The law of the law of the law of interpretation?

As we mentioned in our previous blog post, William Baude and Stephen Sach recently posted on SSRN an 85-page magnum opus titled “The Law of Interpretation.” (By the way, on the bottom of each page of their article, there is an obnoxious disclaimer stating “Draft–please use caution before citing or quoting.”) We decided to write up a formal reply to their article, though whether we used sufficient “caution” in quoting from their article, we can’t say. Here is an excerpt from our reply (footnotes omitted):

To their credit, Baude and Sachs eventually anticipate our regress objection toward the end of their [85-page] article. Nevertheless, their last-ditch though no doubt sincere effort to salvage their newborn theory is too little, too late. Although they concede that “there can be uncertainty or disagreement” about their second-order legal system, they then conjure up out of thin air the existence of (third-order?) “closure rules.” According to Baude and Sachs, these meta-magical closure rules can be either procedural or substantive, but alas, their lengthy article does not specify what these “closure rules” consist of or where judges can go to find them. Worse yet, Baude and Sachs end up conceding that their so-called closure rules are themselves contested and open to ambiguity. As a result, they also posit a set of (fourth-order?) “authority rules” for resolving disputes about the closure rules. Yet the existence of meta-meta-magical rules of authority compounds the regress problem with a tautology. Why? Because the rules of authority are simply arbitrary rules that answer the question “who decides?” in the final instance. But telling us who has the last word in matters of interpretation does not solve the problem of interpretation. Again, we are back to where we started …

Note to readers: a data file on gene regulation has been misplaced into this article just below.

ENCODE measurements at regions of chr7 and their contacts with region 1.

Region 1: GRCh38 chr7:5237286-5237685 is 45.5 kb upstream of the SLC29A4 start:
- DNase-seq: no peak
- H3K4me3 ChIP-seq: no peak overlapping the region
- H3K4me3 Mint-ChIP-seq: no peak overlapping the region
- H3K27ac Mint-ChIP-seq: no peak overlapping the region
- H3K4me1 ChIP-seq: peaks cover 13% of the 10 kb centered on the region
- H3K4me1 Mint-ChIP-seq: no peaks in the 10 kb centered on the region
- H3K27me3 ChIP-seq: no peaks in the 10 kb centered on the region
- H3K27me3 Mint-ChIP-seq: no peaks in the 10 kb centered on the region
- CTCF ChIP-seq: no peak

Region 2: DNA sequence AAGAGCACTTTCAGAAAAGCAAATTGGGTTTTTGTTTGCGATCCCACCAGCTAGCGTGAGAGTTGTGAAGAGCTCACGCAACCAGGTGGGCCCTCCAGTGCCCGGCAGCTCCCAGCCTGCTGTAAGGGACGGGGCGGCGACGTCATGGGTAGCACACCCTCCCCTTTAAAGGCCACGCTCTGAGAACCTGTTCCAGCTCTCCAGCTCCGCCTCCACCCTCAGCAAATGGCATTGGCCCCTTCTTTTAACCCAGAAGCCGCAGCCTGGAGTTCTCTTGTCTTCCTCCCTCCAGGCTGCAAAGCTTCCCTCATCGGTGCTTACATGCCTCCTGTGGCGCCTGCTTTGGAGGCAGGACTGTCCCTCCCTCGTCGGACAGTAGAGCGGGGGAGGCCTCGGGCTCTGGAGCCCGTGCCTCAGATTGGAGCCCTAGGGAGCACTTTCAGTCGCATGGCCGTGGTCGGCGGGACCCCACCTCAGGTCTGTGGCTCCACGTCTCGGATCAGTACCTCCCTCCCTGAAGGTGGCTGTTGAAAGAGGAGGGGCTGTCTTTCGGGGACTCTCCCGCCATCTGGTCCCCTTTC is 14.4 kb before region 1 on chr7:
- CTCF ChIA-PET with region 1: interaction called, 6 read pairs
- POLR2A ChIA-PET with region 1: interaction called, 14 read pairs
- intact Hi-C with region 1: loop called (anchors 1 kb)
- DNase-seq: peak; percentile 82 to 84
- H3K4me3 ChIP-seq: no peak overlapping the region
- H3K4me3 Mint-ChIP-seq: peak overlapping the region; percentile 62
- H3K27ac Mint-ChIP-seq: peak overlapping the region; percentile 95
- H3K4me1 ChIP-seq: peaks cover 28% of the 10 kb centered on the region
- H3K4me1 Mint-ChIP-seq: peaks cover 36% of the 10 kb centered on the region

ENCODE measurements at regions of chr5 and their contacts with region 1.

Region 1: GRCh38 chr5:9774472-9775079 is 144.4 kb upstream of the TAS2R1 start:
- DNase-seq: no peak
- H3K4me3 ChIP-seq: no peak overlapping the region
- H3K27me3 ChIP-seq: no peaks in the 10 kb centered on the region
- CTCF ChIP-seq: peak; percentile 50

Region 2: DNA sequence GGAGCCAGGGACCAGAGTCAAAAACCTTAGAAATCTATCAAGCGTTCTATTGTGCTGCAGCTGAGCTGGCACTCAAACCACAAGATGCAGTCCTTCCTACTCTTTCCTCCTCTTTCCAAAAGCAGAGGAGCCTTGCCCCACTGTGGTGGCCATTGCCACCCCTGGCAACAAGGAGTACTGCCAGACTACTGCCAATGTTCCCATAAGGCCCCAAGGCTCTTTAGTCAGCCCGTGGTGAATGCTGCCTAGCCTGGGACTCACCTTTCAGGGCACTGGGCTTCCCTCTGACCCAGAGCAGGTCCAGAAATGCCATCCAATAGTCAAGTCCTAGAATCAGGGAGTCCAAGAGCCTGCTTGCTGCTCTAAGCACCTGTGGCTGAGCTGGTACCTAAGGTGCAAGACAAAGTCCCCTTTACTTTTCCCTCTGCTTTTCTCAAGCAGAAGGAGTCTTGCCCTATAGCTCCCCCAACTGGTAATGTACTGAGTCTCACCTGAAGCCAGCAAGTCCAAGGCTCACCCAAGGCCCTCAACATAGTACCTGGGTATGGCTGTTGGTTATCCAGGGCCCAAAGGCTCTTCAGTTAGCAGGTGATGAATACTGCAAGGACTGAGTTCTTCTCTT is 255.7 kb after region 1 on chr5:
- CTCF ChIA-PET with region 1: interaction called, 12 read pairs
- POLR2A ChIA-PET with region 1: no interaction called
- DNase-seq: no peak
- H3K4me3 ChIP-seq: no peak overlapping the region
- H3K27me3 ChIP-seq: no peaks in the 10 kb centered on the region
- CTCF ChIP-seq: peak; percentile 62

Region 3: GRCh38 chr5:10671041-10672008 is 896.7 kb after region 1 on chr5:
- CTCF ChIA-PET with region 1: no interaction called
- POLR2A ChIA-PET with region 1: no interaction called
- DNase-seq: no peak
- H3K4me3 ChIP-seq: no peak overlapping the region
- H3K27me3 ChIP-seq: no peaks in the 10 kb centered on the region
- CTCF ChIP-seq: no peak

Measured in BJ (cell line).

So, where does this leave us regarding the problem of legal interpretation? Back to the proverbial drawing board, we’re afraid to say.

About F. E. Guerra-Pujol

When I’m not blogging, I am a business law professor at the University of Central Florida.
This entry was posted in Law, Logical Fallacies, Philosophy. Bookmark the permalink.

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